This awesome series of posters links Ukraine’s current struggle to WWII

 

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Despite Russian propaganda’s allegations of Ukraine’s new government’s attempts to erase the victory over Nazism from memory, Ukrainians continue to produce works of art linking their fight for independence to the tribulations of WWII. After the two popular videos showing grandkids fighting the resurgent fascism just like their grandparents did comes a series of posters showing striking parralels between WWII and the Russia-Ukraine war.

Left: Valentina Grizodubova, Kharkiv-born WW2 bomber pilot, one of the first woman-Heros of the Soviet Union. Right - Nadiya Savchenko, Ukrainian pilot, parliament member and political prisoner, hero of Ukraine.

Left: Valentina Grizodubova, Kharkiv-born WW2 bomber pilot, one of the first woman-Heros of the Soviet Union. Right – Nadiya Savchenko, Ukrainian pilot, parliament member and political prisoner, hero of Ukraine.

Left: ammunition plant workers working tireleslly to supply the soldiers at the frontline; Right - volunteer working on equipment for Ukrainian soldiers (plates for a bulletproof vest).

Left: ammunition plant workers working tireleslly to supply the soldiers at the frontline; Right – volunteer working on equipment for Ukrainian soldiers (plates for a bulletproof vest).

Right: The legendary T-34 tanks, created by Kharkiv design bureau, assembled at the Kharkiv tank plant; Right - modern Ukrainian T-64 Bulats assembled at the Kharkiv plant named after Vyacheslav Malyshev, who oversaw the production of T-34s during WWII.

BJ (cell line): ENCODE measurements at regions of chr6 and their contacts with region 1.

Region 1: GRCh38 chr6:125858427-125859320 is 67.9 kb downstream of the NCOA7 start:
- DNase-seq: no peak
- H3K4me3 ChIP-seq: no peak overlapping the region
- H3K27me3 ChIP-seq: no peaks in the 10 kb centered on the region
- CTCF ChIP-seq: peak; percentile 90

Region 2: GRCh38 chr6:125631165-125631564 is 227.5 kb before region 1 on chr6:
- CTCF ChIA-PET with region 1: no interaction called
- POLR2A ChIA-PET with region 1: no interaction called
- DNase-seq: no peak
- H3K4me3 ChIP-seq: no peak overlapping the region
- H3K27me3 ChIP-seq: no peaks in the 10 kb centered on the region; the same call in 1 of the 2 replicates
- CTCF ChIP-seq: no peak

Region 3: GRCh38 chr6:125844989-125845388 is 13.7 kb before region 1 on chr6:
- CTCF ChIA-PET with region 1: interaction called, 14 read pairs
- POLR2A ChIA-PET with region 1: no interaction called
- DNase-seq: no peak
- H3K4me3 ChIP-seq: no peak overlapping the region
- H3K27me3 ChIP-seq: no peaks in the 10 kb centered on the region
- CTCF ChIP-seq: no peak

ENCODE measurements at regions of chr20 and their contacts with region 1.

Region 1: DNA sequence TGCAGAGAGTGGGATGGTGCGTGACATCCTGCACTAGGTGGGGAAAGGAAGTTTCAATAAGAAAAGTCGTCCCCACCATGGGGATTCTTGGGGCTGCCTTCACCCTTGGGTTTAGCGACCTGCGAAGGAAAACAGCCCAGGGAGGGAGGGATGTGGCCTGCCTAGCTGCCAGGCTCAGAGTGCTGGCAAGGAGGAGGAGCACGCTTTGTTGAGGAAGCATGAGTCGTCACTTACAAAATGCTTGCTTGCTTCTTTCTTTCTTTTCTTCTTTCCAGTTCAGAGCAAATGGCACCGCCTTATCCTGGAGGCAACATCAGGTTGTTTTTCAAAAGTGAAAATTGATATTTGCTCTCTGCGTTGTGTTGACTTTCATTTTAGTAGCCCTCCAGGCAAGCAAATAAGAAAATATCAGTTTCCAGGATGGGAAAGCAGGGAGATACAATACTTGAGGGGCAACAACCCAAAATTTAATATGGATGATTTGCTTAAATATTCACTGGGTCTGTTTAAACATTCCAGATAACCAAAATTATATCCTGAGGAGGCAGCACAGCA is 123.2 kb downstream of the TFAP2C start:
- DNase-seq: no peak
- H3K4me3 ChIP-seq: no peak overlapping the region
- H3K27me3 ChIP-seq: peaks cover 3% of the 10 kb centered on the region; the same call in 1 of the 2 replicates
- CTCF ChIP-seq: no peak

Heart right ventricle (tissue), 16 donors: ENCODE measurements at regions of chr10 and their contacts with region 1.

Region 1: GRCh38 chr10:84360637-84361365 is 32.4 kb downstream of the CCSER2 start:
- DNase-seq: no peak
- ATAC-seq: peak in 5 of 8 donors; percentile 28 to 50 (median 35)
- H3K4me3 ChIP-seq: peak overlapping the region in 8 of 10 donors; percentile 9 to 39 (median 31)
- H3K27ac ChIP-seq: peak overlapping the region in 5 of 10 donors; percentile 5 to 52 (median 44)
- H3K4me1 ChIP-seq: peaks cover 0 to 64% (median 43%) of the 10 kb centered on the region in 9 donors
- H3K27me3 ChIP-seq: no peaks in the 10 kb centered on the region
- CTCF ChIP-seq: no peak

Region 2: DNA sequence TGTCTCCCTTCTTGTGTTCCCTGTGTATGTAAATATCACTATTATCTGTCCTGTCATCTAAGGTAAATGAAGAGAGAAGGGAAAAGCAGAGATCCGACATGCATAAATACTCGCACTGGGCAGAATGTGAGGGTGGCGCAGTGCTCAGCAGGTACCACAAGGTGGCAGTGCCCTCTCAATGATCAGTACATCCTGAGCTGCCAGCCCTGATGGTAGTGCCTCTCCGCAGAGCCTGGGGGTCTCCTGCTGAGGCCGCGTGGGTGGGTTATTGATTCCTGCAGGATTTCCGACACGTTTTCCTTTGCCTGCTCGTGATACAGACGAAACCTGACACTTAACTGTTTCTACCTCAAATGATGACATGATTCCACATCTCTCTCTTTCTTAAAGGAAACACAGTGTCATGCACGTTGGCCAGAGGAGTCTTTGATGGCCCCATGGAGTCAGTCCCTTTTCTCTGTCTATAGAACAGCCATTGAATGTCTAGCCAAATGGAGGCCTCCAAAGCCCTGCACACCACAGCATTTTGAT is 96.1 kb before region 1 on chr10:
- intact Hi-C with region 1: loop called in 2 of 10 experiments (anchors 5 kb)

Right: The legendary T-34 tanks, created by Kharkiv design bureau, assembled at the Kharkiv tank plant; Right – modern Ukrainian T-64 Bulats assembled at the Kharkiv plant named after Vyacheslav Malyshev, who oversaw the production of T-34s during WWII.

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Left: the legendary defense of Sevastopol in Crimea which lasted for 250 days; Right – the living legends, Ukrainian “Cyborgs,” defending Donetsk airport which held for 242 days.

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Left – Ukrainian Insurgent Army guerillas who fought for Ukraine’s independence during WW2; Right – Ukrainian volunteer fighters defending Ukraine’s independence against Russian invaders.

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Left: Irina Levchenko, nurse, the first woman in the Soviet Union to get the Red Cross medal; Right: Olga Bashei, paramedic in the ATO, cavalier of the Princess Olga Order.

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Left: Klavdia Shulzhenko, renowned Soviet-era Ukrainian singer, performing for the soldiers at the front; Right – Ruslana, 2004 Eurovision song contest winner and Ukraine’s lobbyist in world humanitarian organizations, performing for ATO fighters.

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